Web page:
Our morning began just before sunrise with a few short moments to prepare for the day while watching the rising sun. However, quiet time was quickly cut short by eager little boys who had discovered their Easter baskets. Tiffany does an excellent job of trying to preserve our family holiday traditions as best she can. She has always tried to make these days special, and the family is blessed through it.
Just like back home, we had to take time before church to snap a few pictures in Easter clothes. Of course this has to be done as soon as they are dressed because within moments they will be covered in dirt, candy, and mysterious substances that we just don't ask about.
Case in point, before we even get out of the driveway, Levi has taken his shoes and socks off. Josiah has then put Levi's socks on his hands like puppets. We don't know why they do all of the things they do.
Then we arrive at church. Today we are visiting the Kisongo congregation. I am introducing the Spiritual Disciplines seminar to this congregation. Over the next 3 months, evangelists from all over the area will visit to present lessons on different spiritual disciplines. It is a terrific study and a great way for the churches to build ties with one another.
People sometimes ask us to share more pictures of everyday life. We did more of that when we first got here, and everything seemed novel. Having lived here for a year and a half, those scenes have become commonplace now. Often times we just don't think about the fact that you might be interested in seeing things that would be uncommon sights in America. So here are a few things that we saw this afternoon as we were driving.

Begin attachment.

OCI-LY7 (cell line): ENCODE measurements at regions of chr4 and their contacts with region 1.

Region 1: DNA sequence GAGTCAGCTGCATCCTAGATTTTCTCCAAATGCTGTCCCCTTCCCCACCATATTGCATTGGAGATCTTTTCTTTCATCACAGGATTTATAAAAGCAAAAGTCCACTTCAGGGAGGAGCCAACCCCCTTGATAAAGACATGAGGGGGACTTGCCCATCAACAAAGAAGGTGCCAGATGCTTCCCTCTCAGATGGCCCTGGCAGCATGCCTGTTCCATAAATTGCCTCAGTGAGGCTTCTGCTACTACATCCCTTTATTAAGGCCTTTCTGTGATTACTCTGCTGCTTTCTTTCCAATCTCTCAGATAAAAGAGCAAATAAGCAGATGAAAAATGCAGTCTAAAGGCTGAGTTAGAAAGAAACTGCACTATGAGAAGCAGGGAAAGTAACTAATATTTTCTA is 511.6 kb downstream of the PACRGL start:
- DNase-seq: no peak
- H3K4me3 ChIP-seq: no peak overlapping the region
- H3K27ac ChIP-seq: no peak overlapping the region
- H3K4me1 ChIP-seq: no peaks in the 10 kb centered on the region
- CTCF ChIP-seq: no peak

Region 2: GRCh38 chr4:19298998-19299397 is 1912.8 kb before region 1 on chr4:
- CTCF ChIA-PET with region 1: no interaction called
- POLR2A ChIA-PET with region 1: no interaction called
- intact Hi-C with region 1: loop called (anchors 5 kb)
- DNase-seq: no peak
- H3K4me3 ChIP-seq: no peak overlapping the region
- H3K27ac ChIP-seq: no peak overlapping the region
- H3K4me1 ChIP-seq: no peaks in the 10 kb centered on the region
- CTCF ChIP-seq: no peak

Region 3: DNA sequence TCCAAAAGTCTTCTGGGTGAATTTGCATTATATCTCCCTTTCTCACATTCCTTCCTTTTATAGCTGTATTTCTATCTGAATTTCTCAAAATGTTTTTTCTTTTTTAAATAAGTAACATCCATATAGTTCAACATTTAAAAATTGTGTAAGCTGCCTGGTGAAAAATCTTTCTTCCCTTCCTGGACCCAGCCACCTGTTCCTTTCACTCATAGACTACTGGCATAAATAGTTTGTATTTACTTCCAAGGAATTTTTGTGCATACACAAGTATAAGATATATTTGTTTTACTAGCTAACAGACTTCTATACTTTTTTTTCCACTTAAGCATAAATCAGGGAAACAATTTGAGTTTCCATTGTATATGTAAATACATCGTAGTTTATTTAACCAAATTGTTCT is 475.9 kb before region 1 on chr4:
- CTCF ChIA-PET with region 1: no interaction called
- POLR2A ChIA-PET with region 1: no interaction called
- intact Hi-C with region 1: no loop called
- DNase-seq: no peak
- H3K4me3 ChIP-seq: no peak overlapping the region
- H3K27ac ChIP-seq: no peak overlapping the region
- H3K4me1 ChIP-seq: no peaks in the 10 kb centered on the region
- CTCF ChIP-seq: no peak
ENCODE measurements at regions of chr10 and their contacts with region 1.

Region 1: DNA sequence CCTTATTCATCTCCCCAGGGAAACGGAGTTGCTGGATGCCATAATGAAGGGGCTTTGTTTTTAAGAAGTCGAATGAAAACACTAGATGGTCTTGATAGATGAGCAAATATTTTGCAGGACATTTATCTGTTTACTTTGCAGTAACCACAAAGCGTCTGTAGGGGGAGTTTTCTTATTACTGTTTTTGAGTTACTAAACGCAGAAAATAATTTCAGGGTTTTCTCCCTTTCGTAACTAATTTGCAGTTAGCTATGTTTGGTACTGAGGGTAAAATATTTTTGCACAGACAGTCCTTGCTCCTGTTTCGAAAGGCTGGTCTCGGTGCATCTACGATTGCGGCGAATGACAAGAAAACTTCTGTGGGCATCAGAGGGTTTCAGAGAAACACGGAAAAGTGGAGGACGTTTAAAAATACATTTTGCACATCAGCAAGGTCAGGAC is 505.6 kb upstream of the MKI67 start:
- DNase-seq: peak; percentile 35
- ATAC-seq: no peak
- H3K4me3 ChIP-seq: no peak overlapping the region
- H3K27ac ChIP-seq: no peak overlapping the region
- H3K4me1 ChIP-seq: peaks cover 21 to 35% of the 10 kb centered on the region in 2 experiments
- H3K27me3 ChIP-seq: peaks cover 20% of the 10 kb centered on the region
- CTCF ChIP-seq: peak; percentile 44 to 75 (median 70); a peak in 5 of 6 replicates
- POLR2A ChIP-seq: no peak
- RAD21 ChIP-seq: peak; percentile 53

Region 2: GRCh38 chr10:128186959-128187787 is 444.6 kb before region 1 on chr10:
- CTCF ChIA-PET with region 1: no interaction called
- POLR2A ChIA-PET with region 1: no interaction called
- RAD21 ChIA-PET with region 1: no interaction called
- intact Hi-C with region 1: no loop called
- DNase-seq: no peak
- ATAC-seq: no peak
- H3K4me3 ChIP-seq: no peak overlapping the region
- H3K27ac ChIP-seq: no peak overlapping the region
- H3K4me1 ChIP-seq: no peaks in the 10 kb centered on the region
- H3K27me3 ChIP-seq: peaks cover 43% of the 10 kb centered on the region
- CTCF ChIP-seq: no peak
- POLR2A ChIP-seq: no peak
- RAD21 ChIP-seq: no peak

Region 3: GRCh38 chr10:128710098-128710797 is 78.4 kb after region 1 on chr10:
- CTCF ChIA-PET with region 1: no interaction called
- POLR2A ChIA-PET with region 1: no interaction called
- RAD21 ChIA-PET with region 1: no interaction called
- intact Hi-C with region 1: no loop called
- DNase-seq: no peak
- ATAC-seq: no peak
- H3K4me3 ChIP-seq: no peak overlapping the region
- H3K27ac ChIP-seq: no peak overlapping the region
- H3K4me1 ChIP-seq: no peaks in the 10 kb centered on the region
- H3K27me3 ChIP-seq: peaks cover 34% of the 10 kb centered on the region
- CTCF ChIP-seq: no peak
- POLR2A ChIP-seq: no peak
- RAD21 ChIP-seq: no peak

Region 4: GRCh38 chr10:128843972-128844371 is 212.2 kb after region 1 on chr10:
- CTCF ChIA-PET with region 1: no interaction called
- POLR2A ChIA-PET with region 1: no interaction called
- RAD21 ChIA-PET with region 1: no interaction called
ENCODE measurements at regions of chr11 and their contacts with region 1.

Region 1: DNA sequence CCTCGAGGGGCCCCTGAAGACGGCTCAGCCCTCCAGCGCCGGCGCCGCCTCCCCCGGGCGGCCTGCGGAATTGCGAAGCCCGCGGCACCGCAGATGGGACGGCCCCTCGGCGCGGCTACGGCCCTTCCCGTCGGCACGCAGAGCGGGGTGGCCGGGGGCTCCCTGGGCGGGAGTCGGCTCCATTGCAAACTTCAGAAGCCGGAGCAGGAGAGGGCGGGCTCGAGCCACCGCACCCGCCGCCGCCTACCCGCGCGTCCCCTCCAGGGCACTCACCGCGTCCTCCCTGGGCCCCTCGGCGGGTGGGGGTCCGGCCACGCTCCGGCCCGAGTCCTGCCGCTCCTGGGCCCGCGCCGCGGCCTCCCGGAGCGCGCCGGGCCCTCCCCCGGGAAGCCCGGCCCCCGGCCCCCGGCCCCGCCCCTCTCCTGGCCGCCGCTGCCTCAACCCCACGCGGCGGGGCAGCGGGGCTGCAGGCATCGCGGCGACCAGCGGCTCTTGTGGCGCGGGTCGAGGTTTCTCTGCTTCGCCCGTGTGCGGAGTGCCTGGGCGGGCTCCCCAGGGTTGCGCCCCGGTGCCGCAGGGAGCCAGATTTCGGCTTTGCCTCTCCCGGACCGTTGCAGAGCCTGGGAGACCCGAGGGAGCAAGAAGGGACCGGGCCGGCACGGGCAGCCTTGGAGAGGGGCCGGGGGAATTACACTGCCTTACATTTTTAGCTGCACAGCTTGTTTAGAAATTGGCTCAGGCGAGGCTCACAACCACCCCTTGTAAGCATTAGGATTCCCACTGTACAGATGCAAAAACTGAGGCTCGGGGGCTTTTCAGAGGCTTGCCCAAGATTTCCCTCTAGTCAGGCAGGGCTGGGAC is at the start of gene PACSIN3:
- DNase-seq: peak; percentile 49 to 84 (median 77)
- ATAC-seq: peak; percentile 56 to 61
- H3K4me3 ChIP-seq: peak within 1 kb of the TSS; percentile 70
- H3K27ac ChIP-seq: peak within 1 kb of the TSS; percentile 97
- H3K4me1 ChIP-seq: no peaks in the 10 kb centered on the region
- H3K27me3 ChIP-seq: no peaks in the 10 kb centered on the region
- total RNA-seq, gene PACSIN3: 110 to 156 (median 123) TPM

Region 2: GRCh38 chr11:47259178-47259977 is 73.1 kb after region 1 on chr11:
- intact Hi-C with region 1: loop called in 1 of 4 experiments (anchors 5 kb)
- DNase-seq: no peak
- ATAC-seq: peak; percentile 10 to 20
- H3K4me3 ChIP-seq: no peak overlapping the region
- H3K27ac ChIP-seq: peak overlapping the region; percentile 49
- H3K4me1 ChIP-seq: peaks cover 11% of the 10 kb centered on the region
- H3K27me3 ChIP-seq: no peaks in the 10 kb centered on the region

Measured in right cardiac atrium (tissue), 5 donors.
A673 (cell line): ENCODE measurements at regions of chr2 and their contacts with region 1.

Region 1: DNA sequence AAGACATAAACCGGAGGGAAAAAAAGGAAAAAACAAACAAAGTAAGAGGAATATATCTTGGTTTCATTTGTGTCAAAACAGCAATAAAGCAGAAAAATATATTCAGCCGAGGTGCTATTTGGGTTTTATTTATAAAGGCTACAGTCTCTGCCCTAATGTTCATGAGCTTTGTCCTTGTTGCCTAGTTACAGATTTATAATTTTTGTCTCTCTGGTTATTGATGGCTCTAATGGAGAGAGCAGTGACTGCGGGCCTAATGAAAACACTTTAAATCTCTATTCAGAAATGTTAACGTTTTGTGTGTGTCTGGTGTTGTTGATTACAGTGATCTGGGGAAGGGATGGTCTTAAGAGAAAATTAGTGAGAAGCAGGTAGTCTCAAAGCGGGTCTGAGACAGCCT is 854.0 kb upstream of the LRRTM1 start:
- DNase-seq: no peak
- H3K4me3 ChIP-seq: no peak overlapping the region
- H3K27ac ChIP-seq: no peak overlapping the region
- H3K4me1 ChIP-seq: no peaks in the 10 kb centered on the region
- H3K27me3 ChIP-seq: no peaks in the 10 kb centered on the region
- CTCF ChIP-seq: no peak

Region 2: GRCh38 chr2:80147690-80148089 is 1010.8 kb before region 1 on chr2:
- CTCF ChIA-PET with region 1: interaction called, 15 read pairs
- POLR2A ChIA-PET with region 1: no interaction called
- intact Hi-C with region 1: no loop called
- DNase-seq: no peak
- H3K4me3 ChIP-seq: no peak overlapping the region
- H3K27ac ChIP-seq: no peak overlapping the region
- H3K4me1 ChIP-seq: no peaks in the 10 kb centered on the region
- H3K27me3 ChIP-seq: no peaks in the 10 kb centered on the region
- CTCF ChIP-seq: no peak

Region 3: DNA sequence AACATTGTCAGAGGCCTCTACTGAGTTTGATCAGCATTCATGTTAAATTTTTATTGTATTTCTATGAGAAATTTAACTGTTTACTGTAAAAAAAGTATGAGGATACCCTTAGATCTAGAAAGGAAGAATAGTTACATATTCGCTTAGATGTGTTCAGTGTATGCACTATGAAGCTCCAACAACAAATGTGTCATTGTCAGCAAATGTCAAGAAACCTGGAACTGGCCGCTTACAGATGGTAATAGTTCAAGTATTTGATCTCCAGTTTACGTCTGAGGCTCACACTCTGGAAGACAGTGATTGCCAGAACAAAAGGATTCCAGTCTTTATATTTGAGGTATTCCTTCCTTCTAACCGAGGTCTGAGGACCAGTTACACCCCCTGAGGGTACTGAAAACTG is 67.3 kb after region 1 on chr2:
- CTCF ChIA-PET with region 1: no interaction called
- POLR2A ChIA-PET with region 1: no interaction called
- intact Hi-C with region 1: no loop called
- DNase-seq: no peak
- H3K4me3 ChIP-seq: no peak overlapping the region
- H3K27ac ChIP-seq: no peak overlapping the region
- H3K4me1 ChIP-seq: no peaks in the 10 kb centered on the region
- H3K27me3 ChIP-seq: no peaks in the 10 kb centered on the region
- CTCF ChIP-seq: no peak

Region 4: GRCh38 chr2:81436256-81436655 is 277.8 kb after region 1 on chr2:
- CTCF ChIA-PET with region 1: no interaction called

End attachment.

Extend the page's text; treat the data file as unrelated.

We had reservations at a local restaurant to eat lunch and join in an Easter egg hunt. It was very nice and got off to a relatively good start, BUT then it came time to hunt the eggs. The boys had been hunting for just a couple of minutes when several of the children started being bitten by ants. Not just any ants, siafu (here's the wikipedia link). Siafu have extremely powerful pinchers and have been known to swarm and kill small animals, even the occasional human. The Maasai sometimes use them as emergency medical sutures by allowing them to bite a wound, then breaking the bodies off. The heads can remain clamped for several days as the wound heals.
These ants were marching right through the area where the eggs were hidden. Our family suffered a few bites, but nothing major. Needless to say, we cut the hunt short.
Never fear. We had another egg hunt all planned with our neighbors for later in the afternoon. This was much more successful and the kids had a great time. All in all it was another full, but wonderful day in the life of the Gaines family.
To see Daniel’s report with pictures, please click here.